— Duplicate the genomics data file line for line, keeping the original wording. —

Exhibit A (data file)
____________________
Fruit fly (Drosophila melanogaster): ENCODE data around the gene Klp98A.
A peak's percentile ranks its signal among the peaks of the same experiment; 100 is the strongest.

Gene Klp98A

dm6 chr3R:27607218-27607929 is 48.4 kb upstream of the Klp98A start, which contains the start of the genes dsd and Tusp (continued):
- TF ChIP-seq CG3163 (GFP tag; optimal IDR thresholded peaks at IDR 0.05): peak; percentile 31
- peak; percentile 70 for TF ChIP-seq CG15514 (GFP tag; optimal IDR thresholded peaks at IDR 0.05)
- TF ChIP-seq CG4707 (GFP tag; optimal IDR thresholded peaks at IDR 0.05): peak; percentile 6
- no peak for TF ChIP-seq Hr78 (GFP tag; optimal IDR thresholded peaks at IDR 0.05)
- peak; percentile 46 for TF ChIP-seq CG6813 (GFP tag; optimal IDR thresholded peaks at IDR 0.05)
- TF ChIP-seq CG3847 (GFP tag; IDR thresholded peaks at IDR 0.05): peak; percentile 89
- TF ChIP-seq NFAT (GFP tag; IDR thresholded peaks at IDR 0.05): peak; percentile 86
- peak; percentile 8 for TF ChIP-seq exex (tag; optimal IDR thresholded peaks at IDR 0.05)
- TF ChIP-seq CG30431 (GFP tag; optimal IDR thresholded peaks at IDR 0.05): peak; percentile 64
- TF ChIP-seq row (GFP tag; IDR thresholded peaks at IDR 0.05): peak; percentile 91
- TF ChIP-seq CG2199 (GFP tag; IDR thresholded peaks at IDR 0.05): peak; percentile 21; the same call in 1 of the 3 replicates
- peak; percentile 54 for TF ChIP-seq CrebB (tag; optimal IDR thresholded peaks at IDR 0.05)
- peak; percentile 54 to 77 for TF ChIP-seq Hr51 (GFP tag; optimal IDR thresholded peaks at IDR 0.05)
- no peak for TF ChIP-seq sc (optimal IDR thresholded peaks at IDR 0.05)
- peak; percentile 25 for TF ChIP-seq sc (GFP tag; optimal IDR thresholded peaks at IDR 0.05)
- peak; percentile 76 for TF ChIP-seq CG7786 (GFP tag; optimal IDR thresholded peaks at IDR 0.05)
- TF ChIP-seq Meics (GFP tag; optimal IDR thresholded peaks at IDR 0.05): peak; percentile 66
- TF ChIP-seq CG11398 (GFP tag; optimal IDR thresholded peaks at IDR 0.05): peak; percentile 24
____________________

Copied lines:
Fruit fly (Drosophila melanogaster): ENCODE data around the gene Klp98A.
A peak's percentile ranks its signal among the peaks of the same experiment; 100 is the strongest.

Gene Klp98A

dm6 chr3R:27607218-27607929 is 48.4 kb upstream of the Klp98A start, which contains the start of the genes dsd and Tusp (continued):
- TF ChIP-seq CG3163 (GFP tag; optimal IDR thresholded peaks at IDR 0.05): peak; percentile 31
- peak; percentile 70 for TF ChIP-seq CG15514 (GFP tag; optimal IDR thresholded peaks at IDR 0.05)
- TF ChIP-seq CG4707 (GFP tag; optimal IDR thresholded peaks at IDR 0.05): peak; percentile 6
- no peak for TF ChIP-seq Hr78 (GFP tag; optimal IDR thresholded peaks at IDR 0.05)
- peak; percentile 46 for TF ChIP-seq CG6813 (GFP tag; optimal IDR thresholded peaks at IDR 0.05)
- TF ChIP-seq CG3847 (GFP tag; IDR thresholded peaks at IDR 0.05): peak; percentile 89
- TF ChIP-seq NFAT (GFP tag; IDR thresholded peaks at IDR 0.05): peak; percentile 86
- peak; percentile 8 for TF ChIP-seq exex (tag; optimal IDR thresholded peaks at IDR 0.05)
- TF ChIP-seq CG30431 (GFP tag; optimal IDR thresholded peaks at IDR 0.05): peak; percentile 64
- TF ChIP-seq row (GFP tag; IDR thresholded peaks at IDR 0.05): peak; percentile 91
- TF ChIP-seq CG2199 (GFP tag; IDR thresholded peaks at IDR 0.05): peak; percentile 21; the same call in 1 of the 3 replicates
- peak; percentile 54 for TF ChIP-seq CrebB (tag; optimal IDR thresholded peaks at IDR 0.05)
- peak; percentile 54 to 77 for TF ChIP-seq Hr51 (GFP tag; optimal IDR thresholded peaks at IDR 0.05)
- no peak for TF ChIP-seq sc (optimal IDR thresholded peaks at IDR 0.05)
- peak; percentile 25 for TF ChIP-seq sc (GFP tag; optimal IDR thresholded peaks at IDR 0.05)
- peak; percentile 76 for TF ChIP-seq CG7786 (GFP tag; optimal IDR thresholded peaks at IDR 0.05)
- TF ChIP-seq Meics (GFP tag; optimal IDR thresholded peaks at IDR 0.05): peak; percentile 66
- TF ChIP-seq CG11398 (GFP tag; optimal IDR thresholded peaks at IDR 0.05): peak; percentile 24